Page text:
CA-125, which is a method that can be used both in the diagnosis of endometrial cancer and in monitoring the course of treatment, is one of the blood tests.

Endometrial cancer pathology

Endometrial cancer is basically divided into two types. In type 1 endometrial cancer, tumors spread more. The type of endometrial cancer seen especially in young, obese and peri-menopausal women is type 1. These estrogen-sensitive cells are low-grade malignant and mutations in PTEN, PIK3CA, KRAS and CTNNBI are observed.

Type 2 endometrial cancers are usually seen in older and postmenopausal women. Approximately one-third of cases have a p53 mutation. In addition, the incidence of endometrial cancer is approximately 10%.

The way endometrial cancer spreads is as follows:

  • Endometrial cancer that starts in the uterine wall first reaches the muscles of the uterus.
  • It can then move from the uterine cavity to the cervical canal.
  • It can progress from the myometrium to the serosa and peritoneal cavity.
  • It can travel along the fallopian tubes and reach the ligamentous and peritoneal surfaces.
  • It can metastasize to distant tissues and organs through the bloodstream.
  • It can reach distant lymph nodes via lymph vessels.

Symptoms of endometrial cancer

The most characteristic symptom of endometrial cancer is vaginal bleeding outside the menstrual period. The fact that it is seen especially in postmenopausal women also plays an important role in early diagnosis. Other symptoms of endometrial cancer include the following:

  • Abnormal or bloody discharge from the vagina
  • Pain during sexual intercourse
  • Pelvic pain
  • Uterine wall thickness above 11 mm in postmenopausal women during gynecological examination
  • The uterine wall is over 4 mm in women who still have bleeding after menopause

Causes of endometrial cancer

Endometrial cancer is a disease caused by cells mutating and multiplying uncontrollably. Among the factors that can cause cells to mutate are the following.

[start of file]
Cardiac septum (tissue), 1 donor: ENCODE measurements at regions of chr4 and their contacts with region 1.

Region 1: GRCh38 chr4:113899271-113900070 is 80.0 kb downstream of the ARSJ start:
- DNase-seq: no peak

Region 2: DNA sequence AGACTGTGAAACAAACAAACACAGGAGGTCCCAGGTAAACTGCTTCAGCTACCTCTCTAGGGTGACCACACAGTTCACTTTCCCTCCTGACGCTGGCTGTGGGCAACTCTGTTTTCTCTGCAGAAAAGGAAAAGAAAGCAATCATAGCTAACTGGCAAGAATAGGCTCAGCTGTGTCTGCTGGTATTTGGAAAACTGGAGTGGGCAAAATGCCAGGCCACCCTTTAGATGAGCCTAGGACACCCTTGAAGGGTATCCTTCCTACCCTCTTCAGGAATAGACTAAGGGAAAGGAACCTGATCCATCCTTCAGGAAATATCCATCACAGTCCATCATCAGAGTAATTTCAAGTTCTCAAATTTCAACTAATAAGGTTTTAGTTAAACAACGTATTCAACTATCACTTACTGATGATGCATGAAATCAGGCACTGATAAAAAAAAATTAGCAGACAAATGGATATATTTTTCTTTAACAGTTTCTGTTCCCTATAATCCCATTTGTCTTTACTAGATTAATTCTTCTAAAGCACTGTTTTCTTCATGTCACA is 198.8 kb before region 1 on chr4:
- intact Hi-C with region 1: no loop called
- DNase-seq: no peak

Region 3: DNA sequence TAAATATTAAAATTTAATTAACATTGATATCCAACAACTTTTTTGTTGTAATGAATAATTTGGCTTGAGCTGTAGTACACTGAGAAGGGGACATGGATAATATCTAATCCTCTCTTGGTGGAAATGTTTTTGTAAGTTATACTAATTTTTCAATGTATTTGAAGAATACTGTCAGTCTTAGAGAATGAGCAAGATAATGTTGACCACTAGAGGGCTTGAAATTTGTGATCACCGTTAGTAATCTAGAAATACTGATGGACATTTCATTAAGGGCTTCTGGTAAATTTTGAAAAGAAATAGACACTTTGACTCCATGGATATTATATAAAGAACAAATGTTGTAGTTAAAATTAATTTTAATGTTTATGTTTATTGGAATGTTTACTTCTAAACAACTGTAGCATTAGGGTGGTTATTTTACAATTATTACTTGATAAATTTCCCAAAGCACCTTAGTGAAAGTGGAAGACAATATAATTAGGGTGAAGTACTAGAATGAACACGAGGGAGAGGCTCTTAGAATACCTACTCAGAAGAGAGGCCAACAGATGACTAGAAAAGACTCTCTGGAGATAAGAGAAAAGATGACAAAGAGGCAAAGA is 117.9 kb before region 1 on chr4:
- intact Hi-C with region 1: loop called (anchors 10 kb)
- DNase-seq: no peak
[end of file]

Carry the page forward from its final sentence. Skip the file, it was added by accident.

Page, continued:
Hormonal imbalance

Progesterone and estrogen hormones, which play an active role in balancing the menstrual cycle, are two hormones that balance each other. However, prolonged high levels of estrogen compared to progesterone increase the risk of endometrial cancer.

These hormonal imbalances are usually seen in obese, diabetic and polycystic ovary patients. In addition, the risk is increased in women who take estrogen hormone during menopause but do not use progesterone hormone.

Menstruation for a long time

Women who start menstruating before the age of 12 or go through menopause at an older age are exposed to hormonal influences for a long period of time, which increases the likelihood of endometrial cancer.

Not getting pregnant

Studies have found that the risk of endometrial cancer is increased in women who have never been pregnant in their lifetime.


Obesity brings with it hormonal imbalances and inhibition of ovulation. For this reason, the risk of endometrial cancer is increased in obese women.

Advanced age

Endometrial cancer is usually diagnosed in women over 60 years of age and in postmenopause. Therefore, older age increases the risk of endometrial cancer.

Using tamoxifen for breast cancer

Tamoxifen, which is used in estrogen receptor positive breast cancer patients, causes thickening of the intrauterine wall. This increases the risk of endometrial cancer. Therefore, patients using tamoxifen should be closely monitored.

Hereditary colon cancer syndrome

The risk of endometrial cancer is also increased in people with hereditary non-polyposis colon cancer, one of the types of cancer with a genetic tendency, or in close relatives of this type of cancer.

Endometrial cancer treatment methods